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Essays on matching, marriage and human capital accumulation

Thesis (Ph. D.)--Massachusetts Institute of Technology, Dept. of Economics, 2008. / Includes bibliographical references. / This thesis explores the link between human capital accumulation and the functioning of marriage markets. The first chapter studies the effect of marriage market conditions on pre-marital investment. After showing how a change in the sex ratio can alter incentives for investments, I test this prediction using exogenous variation in the marriage market sex ratio, brought about by immigration, exploiting the preference of second generation Americans for endogamous matches. I find that a worsening of marriage market conditions spurs higher pre-marital investments, measured by years of education, literacy and occupational choice. Overall, the results suggest that there are substantial returns to education in the marriage market, and that both men and women take these returns into account when making education decisions. The second chapter studies the role played by caste and other attributes in arranged marriages among middle class Indians. Using interview data from a sample of parents who placed matrimonial ads in a popular Bengali newspaper, we estimate preferences for each attribute. We then compute a set of stable matches and find it quite similar to the actual matches observed in the data, suggesting a relatively frictionless marriage market. There is a very strong preference for in-caste marriage but, because this preference is horizontal rather than vertical and because the groups are fairly balanced, in equilibrium, the cost of insisting on marrying within one's caste is small which allows castes to remain a persistent feature of this marriage market. Finally, the third chapter estimates the effect of marriage delay on fertility by exploiting state laws that restricted age of marriage in the first half of the 20th century. / (cont.) These state laws strongly predict the age at first marriage for both males and females. Moreover, they also influence the age of one's spouse. Using these laws to instrument the age at first marriage for both spouses, I find that delaying marriage of a female by one year reduces fertility by 0.35. The effect of male's timing on fertility outcomes is smaller. Ignoring the effect that these laws have on one spouse's age would lead to an overestimate of the effect. / by Jeanne Lafortune. / Ph.D.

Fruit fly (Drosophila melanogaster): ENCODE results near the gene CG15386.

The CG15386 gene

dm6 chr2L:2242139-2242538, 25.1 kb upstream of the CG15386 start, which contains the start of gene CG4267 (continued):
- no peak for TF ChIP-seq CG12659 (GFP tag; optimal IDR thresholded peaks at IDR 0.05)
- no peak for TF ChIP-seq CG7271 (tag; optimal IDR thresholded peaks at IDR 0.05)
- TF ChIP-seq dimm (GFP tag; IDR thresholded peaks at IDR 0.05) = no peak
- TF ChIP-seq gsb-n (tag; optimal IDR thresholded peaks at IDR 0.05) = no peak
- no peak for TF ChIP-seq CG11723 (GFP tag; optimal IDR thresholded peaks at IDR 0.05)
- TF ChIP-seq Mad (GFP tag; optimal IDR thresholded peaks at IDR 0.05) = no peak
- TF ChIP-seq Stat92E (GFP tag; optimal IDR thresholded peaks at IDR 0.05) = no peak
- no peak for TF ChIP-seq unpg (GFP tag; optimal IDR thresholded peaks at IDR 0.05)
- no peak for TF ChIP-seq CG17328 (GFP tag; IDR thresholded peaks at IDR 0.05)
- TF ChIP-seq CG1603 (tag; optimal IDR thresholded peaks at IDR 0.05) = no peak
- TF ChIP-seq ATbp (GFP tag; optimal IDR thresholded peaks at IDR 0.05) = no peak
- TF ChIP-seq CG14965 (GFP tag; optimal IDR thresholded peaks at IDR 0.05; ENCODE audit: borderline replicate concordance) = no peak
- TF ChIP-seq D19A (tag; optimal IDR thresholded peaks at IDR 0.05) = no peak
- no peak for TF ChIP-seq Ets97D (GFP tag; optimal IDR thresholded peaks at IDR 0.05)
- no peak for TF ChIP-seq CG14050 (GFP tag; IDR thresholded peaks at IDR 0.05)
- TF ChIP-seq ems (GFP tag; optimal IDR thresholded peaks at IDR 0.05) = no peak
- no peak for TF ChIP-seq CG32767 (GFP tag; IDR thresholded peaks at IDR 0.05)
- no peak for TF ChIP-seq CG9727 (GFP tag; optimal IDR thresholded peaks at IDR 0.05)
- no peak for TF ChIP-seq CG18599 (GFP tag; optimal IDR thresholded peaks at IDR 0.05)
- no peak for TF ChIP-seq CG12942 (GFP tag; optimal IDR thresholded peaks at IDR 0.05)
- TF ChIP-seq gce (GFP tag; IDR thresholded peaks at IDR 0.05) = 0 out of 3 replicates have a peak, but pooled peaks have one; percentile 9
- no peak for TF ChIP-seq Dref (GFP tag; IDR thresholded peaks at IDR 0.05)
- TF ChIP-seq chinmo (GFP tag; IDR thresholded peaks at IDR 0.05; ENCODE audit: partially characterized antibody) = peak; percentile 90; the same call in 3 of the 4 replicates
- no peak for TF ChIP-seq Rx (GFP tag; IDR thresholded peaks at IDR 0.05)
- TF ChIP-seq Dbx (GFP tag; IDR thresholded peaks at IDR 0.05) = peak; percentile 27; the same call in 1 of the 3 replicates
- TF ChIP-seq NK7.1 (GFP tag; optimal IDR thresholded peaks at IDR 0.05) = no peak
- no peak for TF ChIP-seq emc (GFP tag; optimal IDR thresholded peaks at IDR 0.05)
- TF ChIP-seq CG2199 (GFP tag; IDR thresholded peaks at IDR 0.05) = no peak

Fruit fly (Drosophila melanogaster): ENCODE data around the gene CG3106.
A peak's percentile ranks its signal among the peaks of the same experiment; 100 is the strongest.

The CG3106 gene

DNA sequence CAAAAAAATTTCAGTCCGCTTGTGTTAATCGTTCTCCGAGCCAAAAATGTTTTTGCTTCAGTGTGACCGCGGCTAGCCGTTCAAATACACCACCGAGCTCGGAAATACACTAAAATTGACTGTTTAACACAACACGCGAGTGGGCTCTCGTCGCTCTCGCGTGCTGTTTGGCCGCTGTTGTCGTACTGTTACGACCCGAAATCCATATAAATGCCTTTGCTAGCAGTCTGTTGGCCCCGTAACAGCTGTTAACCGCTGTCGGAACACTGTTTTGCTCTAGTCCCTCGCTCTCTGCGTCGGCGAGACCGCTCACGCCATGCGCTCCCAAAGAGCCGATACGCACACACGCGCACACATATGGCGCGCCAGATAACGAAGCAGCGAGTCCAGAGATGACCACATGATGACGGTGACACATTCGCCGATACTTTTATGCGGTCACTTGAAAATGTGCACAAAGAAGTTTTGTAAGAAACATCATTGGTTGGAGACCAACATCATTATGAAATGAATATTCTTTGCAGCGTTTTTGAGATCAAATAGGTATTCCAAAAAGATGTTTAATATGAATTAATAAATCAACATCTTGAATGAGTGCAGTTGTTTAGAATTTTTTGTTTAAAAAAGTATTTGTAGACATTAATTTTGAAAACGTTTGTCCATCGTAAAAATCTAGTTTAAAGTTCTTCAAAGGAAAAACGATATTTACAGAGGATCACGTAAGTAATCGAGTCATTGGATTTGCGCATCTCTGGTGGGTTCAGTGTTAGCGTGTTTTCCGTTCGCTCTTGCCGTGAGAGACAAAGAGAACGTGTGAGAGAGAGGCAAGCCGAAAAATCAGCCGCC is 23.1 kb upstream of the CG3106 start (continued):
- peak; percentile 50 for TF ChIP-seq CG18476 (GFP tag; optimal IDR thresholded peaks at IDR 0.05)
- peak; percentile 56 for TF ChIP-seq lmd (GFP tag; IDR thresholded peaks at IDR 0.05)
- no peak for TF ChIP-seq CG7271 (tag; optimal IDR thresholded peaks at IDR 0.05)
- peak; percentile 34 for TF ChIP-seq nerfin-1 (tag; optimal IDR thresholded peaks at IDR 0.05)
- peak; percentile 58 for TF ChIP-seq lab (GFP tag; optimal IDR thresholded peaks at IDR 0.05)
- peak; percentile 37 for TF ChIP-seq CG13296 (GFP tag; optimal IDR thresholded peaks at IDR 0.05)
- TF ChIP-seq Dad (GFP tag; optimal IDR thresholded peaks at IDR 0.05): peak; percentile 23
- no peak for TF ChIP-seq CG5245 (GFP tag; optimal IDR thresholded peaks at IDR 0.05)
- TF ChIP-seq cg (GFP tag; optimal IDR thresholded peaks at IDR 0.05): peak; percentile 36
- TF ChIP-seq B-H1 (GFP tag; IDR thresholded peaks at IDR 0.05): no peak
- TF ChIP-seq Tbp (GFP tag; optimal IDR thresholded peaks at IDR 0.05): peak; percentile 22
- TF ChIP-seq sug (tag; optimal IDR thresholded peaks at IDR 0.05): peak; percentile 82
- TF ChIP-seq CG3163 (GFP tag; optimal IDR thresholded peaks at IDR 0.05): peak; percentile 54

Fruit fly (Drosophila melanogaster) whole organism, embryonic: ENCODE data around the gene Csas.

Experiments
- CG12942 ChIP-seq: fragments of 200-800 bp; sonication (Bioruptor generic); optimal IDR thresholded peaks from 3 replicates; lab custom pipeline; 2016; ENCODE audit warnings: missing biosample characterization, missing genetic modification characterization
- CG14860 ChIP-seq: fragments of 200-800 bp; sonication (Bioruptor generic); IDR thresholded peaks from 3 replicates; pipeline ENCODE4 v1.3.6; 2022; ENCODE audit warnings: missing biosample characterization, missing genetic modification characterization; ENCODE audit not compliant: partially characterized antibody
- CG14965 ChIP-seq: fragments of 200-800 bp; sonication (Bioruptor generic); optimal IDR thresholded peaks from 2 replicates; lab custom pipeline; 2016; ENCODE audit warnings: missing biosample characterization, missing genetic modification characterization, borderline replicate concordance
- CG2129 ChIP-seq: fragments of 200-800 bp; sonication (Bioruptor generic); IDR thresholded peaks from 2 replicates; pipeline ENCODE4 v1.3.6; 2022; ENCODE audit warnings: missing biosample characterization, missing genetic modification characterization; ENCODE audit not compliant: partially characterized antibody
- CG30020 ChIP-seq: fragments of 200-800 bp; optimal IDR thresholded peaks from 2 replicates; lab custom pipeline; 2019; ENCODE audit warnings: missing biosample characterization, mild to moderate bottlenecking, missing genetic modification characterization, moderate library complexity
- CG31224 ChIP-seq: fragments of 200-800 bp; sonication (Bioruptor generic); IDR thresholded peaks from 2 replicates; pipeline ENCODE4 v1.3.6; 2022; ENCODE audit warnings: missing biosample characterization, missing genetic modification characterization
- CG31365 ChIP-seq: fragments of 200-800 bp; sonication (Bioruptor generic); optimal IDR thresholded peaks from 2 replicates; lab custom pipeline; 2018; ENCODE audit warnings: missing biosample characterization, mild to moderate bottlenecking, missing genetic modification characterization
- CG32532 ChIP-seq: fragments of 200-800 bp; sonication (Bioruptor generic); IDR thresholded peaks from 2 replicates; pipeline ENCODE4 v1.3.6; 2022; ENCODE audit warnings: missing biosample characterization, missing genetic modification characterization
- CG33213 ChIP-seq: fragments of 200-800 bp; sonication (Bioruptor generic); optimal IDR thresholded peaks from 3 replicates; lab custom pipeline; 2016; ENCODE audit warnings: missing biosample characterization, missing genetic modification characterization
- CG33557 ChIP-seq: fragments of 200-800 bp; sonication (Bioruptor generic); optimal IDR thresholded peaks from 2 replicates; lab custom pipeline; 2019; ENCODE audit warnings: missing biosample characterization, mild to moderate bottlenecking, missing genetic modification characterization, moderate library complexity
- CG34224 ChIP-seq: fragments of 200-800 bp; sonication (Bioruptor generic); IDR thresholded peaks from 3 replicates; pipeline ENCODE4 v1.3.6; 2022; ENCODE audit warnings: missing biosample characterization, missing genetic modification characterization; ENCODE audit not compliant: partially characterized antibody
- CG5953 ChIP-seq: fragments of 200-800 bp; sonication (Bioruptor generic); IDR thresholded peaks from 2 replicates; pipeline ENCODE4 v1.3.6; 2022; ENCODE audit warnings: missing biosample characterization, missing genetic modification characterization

Identiferoai:union.ndltd.org:MIT/oai:dspace.mit.edu:1721.1/43762
Date January 2008
CreatorsLafortune, Jeanne
ContributorsEsther Duflo and David Autor., Massachusetts Institute of Technology. Dept. of Economics., Massachusetts Institute of Technology. Dept. of Economics.
PublisherMassachusetts Institute of Technology
Source SetsM.I.T. Theses and Dissertation
LanguageEnglish
Detected LanguageEnglish
TypeThesis
Format208 p., application/pdf
RightsM.I.T. theses are protected by copyright. They may be viewed from this source for any purpose, but reproduction or distribution in any format is prohibited without written permission. See provided URL for inquiries about permission., http://dspace.mit.edu/handle/1721.1/7582

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